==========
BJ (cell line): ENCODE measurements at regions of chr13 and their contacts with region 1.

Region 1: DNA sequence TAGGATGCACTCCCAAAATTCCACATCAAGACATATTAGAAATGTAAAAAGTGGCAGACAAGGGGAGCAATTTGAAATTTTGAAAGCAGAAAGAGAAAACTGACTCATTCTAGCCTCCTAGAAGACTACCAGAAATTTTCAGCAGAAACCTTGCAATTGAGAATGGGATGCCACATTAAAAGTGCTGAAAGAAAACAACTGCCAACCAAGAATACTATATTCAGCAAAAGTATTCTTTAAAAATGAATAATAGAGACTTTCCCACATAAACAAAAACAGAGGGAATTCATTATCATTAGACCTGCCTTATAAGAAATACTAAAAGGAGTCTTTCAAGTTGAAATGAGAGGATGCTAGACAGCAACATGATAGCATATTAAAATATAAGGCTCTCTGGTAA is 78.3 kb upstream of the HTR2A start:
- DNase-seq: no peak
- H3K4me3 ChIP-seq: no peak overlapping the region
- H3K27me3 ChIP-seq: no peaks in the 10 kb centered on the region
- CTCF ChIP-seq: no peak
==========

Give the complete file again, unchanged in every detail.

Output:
BJ (cell line): ENCODE measurements at regions of chr13 and their contacts with region 1.

Region 1: DNA sequence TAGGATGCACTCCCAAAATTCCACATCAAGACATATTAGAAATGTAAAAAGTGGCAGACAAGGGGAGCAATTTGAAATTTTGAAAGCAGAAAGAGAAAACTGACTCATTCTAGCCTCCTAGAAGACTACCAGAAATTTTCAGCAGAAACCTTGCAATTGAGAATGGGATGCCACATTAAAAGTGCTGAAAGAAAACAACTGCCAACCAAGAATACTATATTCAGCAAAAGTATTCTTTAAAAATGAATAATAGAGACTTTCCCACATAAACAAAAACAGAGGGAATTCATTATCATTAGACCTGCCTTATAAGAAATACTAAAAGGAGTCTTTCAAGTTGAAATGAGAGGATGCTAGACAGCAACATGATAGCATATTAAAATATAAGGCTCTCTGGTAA is 78.3 kb upstream of the HTR2A start:
- DNase-seq: no peak
- H3K4me3 ChIP-seq: no peak overlapping the region
- H3K27me3 ChIP-seq: no peaks in the 10 kb centered on the region
- CTCF ChIP-seq: no peak